# Eigenvectors associated to distinct eigenvalues are orthogonal (with T a normal operator)

Let be V a inner product space over $$\mathbb{C}$$, $$T$$ a normal operator in $$V$$ and $$u,v \in V$$ two eigenvectors of T corresponding to different eigenvalues. Prove that $$u$$ and $$v$$ are ortogonal.

I was trying to prove this fact, until I found this proof in a Lineal Algebra Book (Friedberg):

Proof: \begin{align*} \lambda_1 \left \langle u,v \right \rangle &=\left \langle \lambda _1 u,v \right \rangle\\ &=\left \langle Tu,v \right \rangle\\ &=\left \langle u,T^{*}v \right \rangle\\ &=\left \langle u,\overline{\lambda}_{2} v \right \rangle\\ &=\lambda_{2}\left \langle u,v \right \rangle \end{align*} and since, $$\lambda_{1}\neq \lambda_{2}$$ (both eigenvalues) $$\Rightarrow \left \langle u,v \right \rangle=0$$

Nerverthless I still have a doubt in one step. I don't understand why there appears $$\lambda_{2}$$. I think that the correct step should be $$\left \langle u,T^{*}v \right \rangle=\left \langle u,\overline{\lambda}_{1}v \right \rangle=\lambda_{1}\left \langle u,v \right \rangle$$. I'm conscious that if I'm correct then the proof is incorrect, but I still don't understand why is $$\lambda_{2}$$. Can you help me to understand this please?

Extra note: I also know that with $$V$$ a inner product space over $$\mathbb{C}$$ and T a normal operator it satisfies:

• If $$\lambda$$ is an eigenvalue of $$T$$ $$\Rightarrow$$ $$\overline{\lambda}$$ is a eigenvalue of $$T^{*}$$.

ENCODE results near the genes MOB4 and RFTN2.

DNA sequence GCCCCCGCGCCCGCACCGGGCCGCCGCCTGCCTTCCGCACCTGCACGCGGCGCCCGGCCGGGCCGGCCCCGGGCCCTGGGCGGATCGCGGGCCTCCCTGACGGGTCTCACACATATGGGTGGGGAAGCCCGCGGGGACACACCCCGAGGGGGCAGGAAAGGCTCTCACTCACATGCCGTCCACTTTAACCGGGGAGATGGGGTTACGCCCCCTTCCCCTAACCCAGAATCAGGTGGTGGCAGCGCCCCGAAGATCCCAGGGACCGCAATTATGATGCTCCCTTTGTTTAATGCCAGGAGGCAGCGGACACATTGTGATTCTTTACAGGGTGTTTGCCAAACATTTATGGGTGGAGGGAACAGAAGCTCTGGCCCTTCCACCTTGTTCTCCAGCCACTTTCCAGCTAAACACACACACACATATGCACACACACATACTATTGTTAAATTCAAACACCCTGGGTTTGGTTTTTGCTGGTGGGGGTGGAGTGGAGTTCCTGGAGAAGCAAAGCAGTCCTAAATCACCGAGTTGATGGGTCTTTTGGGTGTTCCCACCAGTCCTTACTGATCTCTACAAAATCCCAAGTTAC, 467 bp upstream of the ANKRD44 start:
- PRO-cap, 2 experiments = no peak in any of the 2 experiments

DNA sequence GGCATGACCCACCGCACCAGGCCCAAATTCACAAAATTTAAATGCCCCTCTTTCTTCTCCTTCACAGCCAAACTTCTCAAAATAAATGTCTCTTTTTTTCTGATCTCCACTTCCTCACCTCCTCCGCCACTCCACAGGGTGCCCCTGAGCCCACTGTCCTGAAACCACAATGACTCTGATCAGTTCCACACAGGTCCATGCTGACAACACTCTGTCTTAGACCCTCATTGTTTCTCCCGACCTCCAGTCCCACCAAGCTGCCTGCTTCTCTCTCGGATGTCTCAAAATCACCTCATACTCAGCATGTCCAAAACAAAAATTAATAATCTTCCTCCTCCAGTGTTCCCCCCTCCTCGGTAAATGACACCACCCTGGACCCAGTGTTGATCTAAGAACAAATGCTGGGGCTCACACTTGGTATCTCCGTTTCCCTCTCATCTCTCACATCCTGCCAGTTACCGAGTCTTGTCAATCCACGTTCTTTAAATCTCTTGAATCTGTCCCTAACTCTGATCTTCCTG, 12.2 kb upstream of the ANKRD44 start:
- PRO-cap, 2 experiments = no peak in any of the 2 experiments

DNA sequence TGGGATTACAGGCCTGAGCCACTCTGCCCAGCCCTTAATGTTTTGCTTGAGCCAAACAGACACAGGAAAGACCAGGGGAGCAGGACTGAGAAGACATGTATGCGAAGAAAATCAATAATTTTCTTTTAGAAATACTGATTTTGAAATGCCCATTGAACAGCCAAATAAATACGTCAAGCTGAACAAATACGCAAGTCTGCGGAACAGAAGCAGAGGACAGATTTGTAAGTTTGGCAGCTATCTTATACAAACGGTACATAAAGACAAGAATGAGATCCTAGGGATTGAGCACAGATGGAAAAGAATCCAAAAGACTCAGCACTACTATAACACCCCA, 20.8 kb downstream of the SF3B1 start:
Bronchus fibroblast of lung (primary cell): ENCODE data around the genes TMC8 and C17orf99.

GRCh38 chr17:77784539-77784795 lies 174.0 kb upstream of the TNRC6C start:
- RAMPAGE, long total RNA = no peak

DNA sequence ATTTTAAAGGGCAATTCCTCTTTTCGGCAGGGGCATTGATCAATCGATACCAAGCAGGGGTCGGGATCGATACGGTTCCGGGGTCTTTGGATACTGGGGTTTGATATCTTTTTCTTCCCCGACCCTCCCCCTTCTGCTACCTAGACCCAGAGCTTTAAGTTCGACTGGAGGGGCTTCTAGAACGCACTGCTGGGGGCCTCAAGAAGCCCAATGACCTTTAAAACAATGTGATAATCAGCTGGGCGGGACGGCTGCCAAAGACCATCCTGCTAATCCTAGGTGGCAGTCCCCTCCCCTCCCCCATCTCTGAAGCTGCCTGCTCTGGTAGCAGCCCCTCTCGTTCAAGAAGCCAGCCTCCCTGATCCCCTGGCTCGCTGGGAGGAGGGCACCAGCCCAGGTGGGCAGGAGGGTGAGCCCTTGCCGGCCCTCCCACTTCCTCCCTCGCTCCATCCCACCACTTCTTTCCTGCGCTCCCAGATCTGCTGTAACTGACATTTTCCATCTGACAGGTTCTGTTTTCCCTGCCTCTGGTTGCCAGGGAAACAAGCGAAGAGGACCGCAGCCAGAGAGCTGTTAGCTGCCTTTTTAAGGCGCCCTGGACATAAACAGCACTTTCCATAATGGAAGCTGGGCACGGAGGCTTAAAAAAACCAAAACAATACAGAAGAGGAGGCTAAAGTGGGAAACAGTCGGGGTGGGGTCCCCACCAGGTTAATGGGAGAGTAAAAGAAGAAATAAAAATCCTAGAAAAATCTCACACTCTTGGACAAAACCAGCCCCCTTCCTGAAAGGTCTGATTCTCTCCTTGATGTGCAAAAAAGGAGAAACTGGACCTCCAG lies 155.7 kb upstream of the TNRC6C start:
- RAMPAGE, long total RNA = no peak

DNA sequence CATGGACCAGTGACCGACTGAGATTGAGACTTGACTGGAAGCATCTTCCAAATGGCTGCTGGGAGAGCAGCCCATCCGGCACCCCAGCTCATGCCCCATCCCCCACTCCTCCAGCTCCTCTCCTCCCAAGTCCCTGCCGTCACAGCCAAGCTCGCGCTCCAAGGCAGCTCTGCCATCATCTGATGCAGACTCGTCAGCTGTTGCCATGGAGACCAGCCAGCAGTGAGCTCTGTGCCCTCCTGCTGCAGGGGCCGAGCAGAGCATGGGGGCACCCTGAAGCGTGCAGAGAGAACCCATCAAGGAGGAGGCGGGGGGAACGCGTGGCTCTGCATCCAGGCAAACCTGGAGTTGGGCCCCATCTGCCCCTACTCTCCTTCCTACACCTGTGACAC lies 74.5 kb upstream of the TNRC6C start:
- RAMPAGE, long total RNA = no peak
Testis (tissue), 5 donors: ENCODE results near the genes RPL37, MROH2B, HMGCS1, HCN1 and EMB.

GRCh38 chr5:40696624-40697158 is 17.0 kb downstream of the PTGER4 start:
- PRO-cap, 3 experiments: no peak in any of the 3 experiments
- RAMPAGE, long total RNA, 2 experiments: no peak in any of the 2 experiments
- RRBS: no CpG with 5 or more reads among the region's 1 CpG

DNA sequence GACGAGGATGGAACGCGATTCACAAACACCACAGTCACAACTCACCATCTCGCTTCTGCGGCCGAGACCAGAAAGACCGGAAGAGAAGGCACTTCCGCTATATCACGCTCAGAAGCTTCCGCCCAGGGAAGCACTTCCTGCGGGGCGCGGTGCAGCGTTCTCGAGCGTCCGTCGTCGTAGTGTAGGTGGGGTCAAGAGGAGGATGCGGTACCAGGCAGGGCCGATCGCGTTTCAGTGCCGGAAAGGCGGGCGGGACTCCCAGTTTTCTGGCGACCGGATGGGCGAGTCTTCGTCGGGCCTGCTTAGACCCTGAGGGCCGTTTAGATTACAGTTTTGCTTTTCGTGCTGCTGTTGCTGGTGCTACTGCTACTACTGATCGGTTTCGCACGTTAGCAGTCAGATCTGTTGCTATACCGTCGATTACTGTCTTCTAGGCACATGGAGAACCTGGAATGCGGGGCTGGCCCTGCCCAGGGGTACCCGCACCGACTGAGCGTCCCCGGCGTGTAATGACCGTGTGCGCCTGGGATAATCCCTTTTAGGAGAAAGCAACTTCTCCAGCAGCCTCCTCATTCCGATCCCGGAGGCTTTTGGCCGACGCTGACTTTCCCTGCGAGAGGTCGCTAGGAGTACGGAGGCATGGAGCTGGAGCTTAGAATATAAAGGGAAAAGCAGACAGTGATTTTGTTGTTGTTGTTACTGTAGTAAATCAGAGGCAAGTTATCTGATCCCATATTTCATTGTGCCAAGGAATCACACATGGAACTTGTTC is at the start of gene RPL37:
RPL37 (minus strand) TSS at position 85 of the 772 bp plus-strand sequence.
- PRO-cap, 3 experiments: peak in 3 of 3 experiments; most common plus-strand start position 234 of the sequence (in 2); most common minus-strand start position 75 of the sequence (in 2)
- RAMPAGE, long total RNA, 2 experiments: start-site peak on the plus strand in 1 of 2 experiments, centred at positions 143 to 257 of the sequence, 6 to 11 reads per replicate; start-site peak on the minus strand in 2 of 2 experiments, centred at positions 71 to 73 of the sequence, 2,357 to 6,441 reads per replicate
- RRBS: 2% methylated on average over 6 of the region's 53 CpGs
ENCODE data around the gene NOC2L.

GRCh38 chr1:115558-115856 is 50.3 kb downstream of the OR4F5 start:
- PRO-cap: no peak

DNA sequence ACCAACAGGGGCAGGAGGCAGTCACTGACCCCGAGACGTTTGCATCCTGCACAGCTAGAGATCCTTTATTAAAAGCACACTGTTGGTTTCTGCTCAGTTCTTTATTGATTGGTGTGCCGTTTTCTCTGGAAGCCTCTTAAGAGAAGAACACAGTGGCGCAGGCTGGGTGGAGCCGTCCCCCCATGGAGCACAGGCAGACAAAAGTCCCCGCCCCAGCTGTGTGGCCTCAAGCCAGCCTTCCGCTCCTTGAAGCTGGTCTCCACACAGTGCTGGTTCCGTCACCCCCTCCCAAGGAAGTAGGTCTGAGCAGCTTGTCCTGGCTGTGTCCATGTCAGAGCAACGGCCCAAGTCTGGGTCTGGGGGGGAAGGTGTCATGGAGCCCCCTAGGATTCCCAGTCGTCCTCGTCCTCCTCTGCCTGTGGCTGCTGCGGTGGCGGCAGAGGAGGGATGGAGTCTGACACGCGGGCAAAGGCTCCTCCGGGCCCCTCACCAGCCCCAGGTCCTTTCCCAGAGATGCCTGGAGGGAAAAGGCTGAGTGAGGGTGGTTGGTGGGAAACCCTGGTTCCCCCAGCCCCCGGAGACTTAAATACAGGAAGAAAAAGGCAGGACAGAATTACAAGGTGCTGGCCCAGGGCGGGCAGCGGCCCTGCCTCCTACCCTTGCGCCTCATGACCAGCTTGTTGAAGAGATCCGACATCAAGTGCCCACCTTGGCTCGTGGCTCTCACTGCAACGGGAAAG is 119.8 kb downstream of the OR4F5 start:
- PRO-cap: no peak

And I know $$\lambda \neq \overline{\lambda}$$, but this (unless I'm not understanding well) supports what I've exposed. I hope I have made myself understood well.

• Hint: If $T$ is normal, then $\|(T-\lambda I)x\|^2=\|(T^*-\overline{\lambda}I)x\|^2$ holds for all $x$ and $\lambda$, which means that $T^*x=\overline{\lambda}x$ iff $Tx=\lambda x$. Sep 11, 2020 at 23:42

The answer came to my mind! The reason is because $$u,v$$ are distinct eigenvectors linked to a eigenvalue respectively. So,

\begin{align*} \left \langle \lambda_{1} u,v \right \rangle &= \left \langle Tu,v \right \rangle \end{align*}

Then by properties of $$T^{*}$$ we have:

\begin{align*} \left \langle Tu,v \right \rangle &= \left \langle u, T^{*}v \right \rangle \end{align*}

And here is the key step! $$T^{*}$$ is applied in the vector $$v$$ (and no in the vector $$u$$, so this was what I wasn't understanding well in my original question). And as $$v$$ and $$u$$ are two vectors with two different eigenvalues, in this step necessarily has to be another eigenvalue:

\begin{align*} \left \langle u, T^{*}v \right \rangle &=\left \langle u ,\overline{\lambda}_{2} v\right \rangle \\ &=\lambda_{2}\left \langle u,v \right \rangle \end{align*}

And, to finish, since $$\lambda_1 \neq \lambda_{2}$$ $$\Rightarrow$$ $$\left \langle u,v \right \rangle=0$$

\begin{align*} \therefore u \text{ and } v \text{ are orthogonal} \end{align*}

• Seems right. Perhaps you would have saved some time if the problem was phrased as '... and $u, v \in V$ two eigenvectors of $T$ associated to different eigenvalues $\lambda_{1}$ and $\lambda_{2}$...' Sep 11, 2020 at 4:43